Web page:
One of the unfortunate by-products of the CD era was the need to make albums longer and longer. It was as if bands thought that just because you could put almost 80 minutes of music on an album that you somehow should put 80 minutes of music on an album. Hour of Penance, who go all out on their (seventh) album, Cast The First Stone, harbor no such illusions, trimming the fat for a non-stop riff-o-rama of speed and brutality that tears through nine songs in just over half an hour.
These posts are written by: Mike McMahan
There’s a reason that musician autobiographies often contribute less to an understanding of an artist’s contribution than something written by an impartial third party. Such is the case with New Jersey’s Cognitive, who bill themselves as brutal technical death metal and whom their label, Unique Leader, describes as “thinking outside the box.” Tech death is a fairly ambitious genre and one in which the focus of the music is on, well, the technical nature of the performances. Listeners can expect the disorientation and whiplash that comes from multiple time signature changes and abrupt right turns. These are albums that aspires to invoke the current human condition: massive information overload. Cognitive’s recent release, Deformity, is not that album, as its strength comes from a solid roundhouse punch to the face.
Here we are, at the end of another year. Critics and bloggers internet-wide (including yours truly) are struggling to put together top 20, top 50, top 100, top 10,000 lists of best albums. And it’s kind of a lot of work. It doesn’t seem like it would be; after all, we’re simply talking about listening to a ton of records and choosing your favorite. To reduce the process to its most basic level, there are really only two responses for a listener, blogger or no, to have to an album.
Testament’s new album, Brotherhood Of The Snake, is likely to please the faithful and even more likely to be ignored by anyone else. While the band delivers typically strong riffs and decent vocal melodies, there is nothing particularly new or groundbreaking. It is, not surprisingly to those who have followed the band for decades, simply another Testament album.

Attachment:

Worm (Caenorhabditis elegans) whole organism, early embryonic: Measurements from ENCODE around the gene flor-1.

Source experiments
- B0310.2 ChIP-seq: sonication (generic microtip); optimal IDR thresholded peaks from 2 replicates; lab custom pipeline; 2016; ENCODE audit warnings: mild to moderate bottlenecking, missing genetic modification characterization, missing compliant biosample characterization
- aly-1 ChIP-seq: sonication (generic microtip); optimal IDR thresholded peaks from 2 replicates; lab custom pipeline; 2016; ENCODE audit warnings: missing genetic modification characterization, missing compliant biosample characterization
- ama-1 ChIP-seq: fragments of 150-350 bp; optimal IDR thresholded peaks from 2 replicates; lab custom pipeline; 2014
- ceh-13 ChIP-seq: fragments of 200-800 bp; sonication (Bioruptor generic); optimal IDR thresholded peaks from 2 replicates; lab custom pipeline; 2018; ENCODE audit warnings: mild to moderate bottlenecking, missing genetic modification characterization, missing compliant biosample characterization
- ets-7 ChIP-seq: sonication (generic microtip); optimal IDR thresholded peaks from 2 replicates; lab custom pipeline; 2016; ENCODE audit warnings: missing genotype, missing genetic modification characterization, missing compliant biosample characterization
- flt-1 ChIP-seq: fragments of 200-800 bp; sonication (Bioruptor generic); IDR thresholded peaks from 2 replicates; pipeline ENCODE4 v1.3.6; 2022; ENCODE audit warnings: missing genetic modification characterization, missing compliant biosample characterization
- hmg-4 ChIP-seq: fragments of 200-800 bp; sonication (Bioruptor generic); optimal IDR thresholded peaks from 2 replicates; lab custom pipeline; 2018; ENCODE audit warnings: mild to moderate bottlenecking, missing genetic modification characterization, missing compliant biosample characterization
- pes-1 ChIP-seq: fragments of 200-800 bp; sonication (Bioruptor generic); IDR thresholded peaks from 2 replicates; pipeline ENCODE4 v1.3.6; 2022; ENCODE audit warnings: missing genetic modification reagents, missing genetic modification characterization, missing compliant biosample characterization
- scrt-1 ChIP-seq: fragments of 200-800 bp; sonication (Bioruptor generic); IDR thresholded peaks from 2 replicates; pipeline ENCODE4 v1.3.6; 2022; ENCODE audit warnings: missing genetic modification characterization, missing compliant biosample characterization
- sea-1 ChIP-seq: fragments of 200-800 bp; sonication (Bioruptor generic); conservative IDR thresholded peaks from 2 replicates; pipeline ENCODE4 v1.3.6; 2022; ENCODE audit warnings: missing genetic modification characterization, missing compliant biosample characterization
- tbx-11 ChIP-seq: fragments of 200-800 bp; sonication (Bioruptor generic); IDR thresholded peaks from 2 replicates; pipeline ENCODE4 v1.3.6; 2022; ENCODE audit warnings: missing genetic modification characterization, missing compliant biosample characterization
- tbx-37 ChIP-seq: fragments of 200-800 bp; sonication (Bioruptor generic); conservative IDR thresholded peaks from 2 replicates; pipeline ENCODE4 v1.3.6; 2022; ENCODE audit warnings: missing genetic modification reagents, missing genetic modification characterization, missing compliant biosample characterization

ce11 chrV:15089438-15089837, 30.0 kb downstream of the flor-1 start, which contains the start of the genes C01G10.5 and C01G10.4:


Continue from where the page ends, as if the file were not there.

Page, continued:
The word hashasin is linked to the popular emergence of the term assassin, and this group of killers is believed to have been formed during the Crusades. While the group’s convoluted history is beyond the scope of an album review, the takeaway is that the sect’s secretive leader is believed to have drugged potential followers with hashish before convincing them to kill. In addition to being pretty damn metal, these two elements provide something of a metaphor for the sound of Hashshashin, a self-described “psychedelic droneprog” outfit from Australia. It’s helpful that the band described themselves, as this is not the easiest music to characterize.
Slayer, Anthrax and Death Angel
Austin City Limits Live at the Moody Theater, Austin, Tx.
The 2,750 capacity Moody Theater feels like a miniature version of an arena, with a general admission floor and two mezzanines. The sold-out venue provided Slayer fans with a contradictory experience: seeing an arena-sized production with an arena vibe… in a small room. Like an 80s scale model, Slayer, Anthrax and Death Angel took concertgoers back to thrash metal’s heyday not by simply cranking up the nostalgia time machine, but by reminding listeners of what it was like when classic metal bands were releasing their classic albums and were eager to present their newest tunes to fans. Both Slayer and Anthrax accomplished this by putting new songs in key spots in their sets, something almost unheard of for bands that are 30+ years old.
If you’re interested in hearing a band that could be making waves in the future, check out Unconscious Disturbance and…
There is a dissonance to the music of Dysrhythmia not employed by the above bands, and, obviously, Neil Peart has never employed blast beats, though Rush is perhaps a great analogy for what Dysrythmia aspires to, as both bands feel collaborative and feature equal contributions to the larger sound. But these extreme metal flourishes are only one element of the music and weave seamlessly with the larger tapestry, rather than being the dominant color, resulting in an album influenced by extreme metal, as opposed to an extreme metal album.
It ain’t easy being “The New Metallica Song.” It’s a bit of a mystery as to why these guys even…
The wait is over. The release date for Opeth’s latest, Sorceress, is almost upon us; and with it, the latest round in the controversy that has dogged them for three albums now. “What happened to the death growls?” “Why aren’t these guys heavy anymore?” “Opeth sucks now.” These are not opinions that I personally share, as I’m huge fan of Pale Communion. That said, Heritage is certainly not their best record, or even one of their top 5. In fact, it may even be their weakest. No shame there, given the ridiculous quality of their complete discography. Time will tell how successful and well-regarded Sorceress is, though early indications are that your opinion on Sorceress will likely mirror your opinion on Pale Communion. The two tracks released in advance, the title track and “Will O’ The Wisp” certainly strongly suggest this.
But they aren’t the first band to release a record that has the fans howling with rage.